And finally, if you haven’t heard already, Y6 Ayres kick off the class assemblies once again this year, so DO book time off for your children’s last ever assembly at St Stephen’s. They have worked so hard over the last couple of weeks to make it what it is – AMAZZZZING. Don’t miss it: 9am Thursday 12th October.
Have a great weekend.
It was back to reality with a bump on Monday as the intrepid pupils of Y6 Ayres (well most of them) returned to class fully rested after a hard week’s fun and games at PGL.
In a fully focused week of learning, the children completed their work on autobiographies in English preparing, then writing their own, before finally editing and up-levelling them too. They used their recent learning on co-ordinating and subordinating conjunctions, as well as this week’s grammar focus on adverbs and adverbials, to make their writing more interesting to read and… ‘cohesive’ – that’s for OFSTED.
In Maths, the children have been picking up where they left off, with division recapping on ‘short’ division aka the Bus Stop method as well as how to use factors of the divisor, to breakdown more complicated calculations in to easier chunks. The much anticipated Long Division raised its ugly head in my Maths group too, with most by Friday able to work their way through a calculation and even some ‘word problems’. See the Mathletics homework for more.
In RE the children had a very special visitor, who has lived in Shepherds Bush for 69 years, who came to talk to them about the changes she has seen in the area over her life time – Mrs Connor. She spoke in general about how the shops used to be and explained that this part of London has always seen lots of different communities coming and going. She focused on places of worship close to our school some that have changed and ‘downsized’ like St Luke’s CE church on the Uxbridge Road and others that have sprung up and grown such as the Mosque and Muslim Cultural Centre just a few doors down. Also, as a past pupil of St Stephen’s herself, she told us that the whole school used to go in to the church for a service every Friday – how things have changed! The children then discussed how faith communities show and share their beliefs and faiths in the wider community, focussing on outward signs of faith; our Harvest Assembly next Wednesday being a great example.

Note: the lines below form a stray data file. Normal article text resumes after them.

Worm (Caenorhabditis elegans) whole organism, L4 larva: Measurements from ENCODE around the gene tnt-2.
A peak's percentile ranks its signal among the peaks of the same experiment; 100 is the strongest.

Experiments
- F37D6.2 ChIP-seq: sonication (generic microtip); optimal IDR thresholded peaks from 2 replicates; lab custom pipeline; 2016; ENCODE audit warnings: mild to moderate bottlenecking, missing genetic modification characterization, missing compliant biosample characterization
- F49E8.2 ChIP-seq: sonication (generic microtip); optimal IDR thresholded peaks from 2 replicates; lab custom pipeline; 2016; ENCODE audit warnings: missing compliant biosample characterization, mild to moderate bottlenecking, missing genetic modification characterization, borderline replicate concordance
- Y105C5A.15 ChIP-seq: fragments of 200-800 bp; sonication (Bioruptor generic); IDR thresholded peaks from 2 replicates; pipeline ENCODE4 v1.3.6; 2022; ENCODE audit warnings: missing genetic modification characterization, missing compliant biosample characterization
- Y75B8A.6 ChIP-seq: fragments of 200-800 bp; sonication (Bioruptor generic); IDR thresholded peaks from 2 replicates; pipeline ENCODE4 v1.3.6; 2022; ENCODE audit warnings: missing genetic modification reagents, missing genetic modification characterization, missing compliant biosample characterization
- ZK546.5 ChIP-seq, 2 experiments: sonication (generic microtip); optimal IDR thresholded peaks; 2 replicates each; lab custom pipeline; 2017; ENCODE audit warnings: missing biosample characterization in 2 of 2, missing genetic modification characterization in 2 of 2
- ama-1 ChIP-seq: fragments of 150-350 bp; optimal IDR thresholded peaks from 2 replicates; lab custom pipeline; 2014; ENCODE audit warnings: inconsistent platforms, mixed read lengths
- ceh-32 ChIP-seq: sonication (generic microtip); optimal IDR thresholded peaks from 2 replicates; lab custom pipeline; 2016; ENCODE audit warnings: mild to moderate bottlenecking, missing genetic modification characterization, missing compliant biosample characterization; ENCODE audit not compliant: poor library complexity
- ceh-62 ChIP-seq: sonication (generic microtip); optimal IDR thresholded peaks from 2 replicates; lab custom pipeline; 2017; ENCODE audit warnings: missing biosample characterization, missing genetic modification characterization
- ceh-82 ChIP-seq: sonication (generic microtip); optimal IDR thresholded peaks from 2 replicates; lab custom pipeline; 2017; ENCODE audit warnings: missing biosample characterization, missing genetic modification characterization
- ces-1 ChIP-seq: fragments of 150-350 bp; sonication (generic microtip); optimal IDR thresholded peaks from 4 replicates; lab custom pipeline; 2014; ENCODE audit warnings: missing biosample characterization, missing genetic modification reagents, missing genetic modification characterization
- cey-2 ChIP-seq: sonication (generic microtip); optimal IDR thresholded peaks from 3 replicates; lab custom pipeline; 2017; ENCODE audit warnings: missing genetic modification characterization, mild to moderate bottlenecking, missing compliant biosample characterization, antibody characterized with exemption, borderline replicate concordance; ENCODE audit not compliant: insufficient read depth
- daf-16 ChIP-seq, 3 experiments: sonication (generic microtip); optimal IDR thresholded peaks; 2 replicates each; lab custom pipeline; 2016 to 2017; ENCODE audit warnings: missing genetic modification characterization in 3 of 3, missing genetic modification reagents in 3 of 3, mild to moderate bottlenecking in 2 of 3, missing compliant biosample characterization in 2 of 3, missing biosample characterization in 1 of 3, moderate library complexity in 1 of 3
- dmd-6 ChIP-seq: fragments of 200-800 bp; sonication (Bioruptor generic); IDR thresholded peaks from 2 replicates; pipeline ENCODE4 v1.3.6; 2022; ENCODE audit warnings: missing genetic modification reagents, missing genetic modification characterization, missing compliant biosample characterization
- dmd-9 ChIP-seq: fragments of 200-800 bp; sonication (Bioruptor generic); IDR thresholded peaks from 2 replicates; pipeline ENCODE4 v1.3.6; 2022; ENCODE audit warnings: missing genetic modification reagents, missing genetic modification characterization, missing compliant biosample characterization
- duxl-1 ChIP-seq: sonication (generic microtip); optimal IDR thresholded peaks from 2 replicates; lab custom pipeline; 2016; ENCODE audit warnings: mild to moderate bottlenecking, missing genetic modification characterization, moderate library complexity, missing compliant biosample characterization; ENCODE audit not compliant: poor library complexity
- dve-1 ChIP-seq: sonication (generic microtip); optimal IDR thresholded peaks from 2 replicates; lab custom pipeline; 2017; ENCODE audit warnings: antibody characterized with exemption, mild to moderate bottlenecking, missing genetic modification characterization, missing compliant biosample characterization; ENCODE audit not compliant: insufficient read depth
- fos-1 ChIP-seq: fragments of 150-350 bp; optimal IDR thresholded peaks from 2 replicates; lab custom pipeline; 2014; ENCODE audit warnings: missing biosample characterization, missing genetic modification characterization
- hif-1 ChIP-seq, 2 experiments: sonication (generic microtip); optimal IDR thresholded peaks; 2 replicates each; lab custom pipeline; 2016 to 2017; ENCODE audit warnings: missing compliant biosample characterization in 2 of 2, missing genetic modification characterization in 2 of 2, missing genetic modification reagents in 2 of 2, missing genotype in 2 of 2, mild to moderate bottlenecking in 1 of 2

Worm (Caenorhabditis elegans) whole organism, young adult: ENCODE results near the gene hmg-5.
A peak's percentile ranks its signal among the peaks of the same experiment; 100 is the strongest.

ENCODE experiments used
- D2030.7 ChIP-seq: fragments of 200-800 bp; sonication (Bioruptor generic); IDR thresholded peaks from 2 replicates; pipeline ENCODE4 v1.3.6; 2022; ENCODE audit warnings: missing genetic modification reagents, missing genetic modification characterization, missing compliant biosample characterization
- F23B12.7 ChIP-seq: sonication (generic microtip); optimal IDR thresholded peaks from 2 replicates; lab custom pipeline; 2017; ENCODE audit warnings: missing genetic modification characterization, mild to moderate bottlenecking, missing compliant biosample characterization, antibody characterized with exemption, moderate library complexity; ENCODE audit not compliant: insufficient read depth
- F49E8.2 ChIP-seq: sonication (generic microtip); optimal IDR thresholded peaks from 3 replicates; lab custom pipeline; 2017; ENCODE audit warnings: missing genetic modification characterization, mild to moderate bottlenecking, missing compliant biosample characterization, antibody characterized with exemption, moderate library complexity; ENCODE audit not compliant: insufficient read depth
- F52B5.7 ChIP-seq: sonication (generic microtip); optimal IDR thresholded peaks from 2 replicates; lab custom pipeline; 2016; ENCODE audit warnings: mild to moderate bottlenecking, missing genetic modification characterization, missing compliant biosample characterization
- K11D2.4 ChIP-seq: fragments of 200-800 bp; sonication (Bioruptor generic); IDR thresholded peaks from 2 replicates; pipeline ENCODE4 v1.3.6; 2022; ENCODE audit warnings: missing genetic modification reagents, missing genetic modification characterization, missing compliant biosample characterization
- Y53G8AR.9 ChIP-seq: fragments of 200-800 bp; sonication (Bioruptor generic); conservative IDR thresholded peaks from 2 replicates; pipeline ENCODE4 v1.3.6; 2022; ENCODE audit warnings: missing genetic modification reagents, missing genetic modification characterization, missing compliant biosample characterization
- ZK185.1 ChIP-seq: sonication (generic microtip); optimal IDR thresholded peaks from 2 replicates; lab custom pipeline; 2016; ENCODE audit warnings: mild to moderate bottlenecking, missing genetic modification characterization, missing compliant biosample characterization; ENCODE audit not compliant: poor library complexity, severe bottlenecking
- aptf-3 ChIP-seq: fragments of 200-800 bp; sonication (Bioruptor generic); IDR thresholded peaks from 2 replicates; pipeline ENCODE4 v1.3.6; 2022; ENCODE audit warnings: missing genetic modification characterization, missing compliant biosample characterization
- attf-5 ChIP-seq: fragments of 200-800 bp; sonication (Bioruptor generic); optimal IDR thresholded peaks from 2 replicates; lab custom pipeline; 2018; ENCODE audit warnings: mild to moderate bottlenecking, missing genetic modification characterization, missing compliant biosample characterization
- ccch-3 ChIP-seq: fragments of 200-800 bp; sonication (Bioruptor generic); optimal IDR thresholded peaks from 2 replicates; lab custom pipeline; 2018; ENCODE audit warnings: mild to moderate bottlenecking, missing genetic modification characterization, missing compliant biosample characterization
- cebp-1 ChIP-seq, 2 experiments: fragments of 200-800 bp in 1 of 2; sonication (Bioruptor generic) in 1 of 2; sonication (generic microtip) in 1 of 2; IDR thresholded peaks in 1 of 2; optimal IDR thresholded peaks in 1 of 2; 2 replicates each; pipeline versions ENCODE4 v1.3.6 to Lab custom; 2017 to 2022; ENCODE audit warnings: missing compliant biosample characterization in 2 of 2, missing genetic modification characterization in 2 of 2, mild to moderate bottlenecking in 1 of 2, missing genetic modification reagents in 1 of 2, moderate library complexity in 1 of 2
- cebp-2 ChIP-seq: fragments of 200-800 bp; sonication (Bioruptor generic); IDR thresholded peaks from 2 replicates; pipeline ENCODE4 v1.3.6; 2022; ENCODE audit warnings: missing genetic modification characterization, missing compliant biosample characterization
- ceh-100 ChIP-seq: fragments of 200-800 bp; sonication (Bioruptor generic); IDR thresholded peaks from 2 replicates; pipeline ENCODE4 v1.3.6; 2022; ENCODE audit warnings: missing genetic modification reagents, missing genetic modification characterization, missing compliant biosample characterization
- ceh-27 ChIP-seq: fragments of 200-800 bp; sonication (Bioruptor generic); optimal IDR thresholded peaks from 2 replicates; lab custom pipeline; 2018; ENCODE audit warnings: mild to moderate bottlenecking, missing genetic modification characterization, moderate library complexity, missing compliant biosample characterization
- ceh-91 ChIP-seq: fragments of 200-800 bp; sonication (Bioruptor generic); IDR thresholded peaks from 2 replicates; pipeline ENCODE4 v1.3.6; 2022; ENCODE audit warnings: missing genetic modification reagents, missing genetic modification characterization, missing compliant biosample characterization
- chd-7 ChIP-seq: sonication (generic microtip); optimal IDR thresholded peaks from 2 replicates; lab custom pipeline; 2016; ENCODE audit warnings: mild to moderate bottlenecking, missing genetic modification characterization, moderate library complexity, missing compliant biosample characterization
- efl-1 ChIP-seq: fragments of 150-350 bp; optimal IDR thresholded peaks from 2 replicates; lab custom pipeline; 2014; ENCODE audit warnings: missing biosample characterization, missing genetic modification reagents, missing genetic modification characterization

Perhaps the highlight of the week though, was the much anticipated House Captain presentations, which took place this afternoon. Your children really did themselves proud, delivering thoughtful and inspired talks that included some zany fundraising ideas for many personally heart-warming and deserving charities. The votes were counted and Mr Schumm announced the election results just before home-time today. Really well done to everyone who took part – the children of the school voted as follows:
The standard of presentations was very high indeed this year and I must praise again every single person who put themselves forward for what can be a very daunting challenge; win or lose, you all did yourselves proud!
Immediately afterwards this year’s School Council representatives were also voted in by our class, so Filip, Lexi & Peggy will be working with Miss Bill Jeffrey on all sorts of children-led projects over the year.
Sports Captains have also been selected based, not primarily on their love and individual ability in sport, but mostly on their ability to encourage and motivate other team members, as well as their organisational skills and ability to help Clare and the PE Teacher to prepare for events. The ten will be announced at Monday morning’s Collective Worship.
Finally, our class ‘Stars of the Week’ actually come from last week’s endeavours at PGL. Congratulations to Lily, Charlie and De’Sharn whose empathy as well as physical and mental ability, really stood out. Check out the fantastic PGL film that Miss Williams has put together – https://youtu.be/ot-vUzHsmRE
Have a super weekend,
And so to the end of week two, all of the children are assimilating well in to the pace and expectations of Y6, being rewarded today with a lovely Leaver’s Hoodie.
We have already come to the end of the first, very brief Maths unit on Place Value, an essential understanding of which is key to all going forward – and explains why we no longer use Roman numerals… After an End of Unit assessment on Wednesday, the children were straight into the next topic – a review of the four Maths operations to get everyone fully back up to speed.
The children have been reading extracts of Floella Benjamin’s ‘Life in Trinidad’ autobiography as a basis for their learning in English this week, as they have learned more about the features of biographies and autobiographies and also about the acronym SMARPOPS – Simile, Metaphor, Alliteration, Rhetorical question, Personification, Onomatopoeia, Punctuation & Speech – which I have suggested the children might write in their margins to tick off to help remind them to include whatever is appropriate in their writing. Ask them about Punctuation Face, FANBOYS and ISAWAWABUB if you dare, too!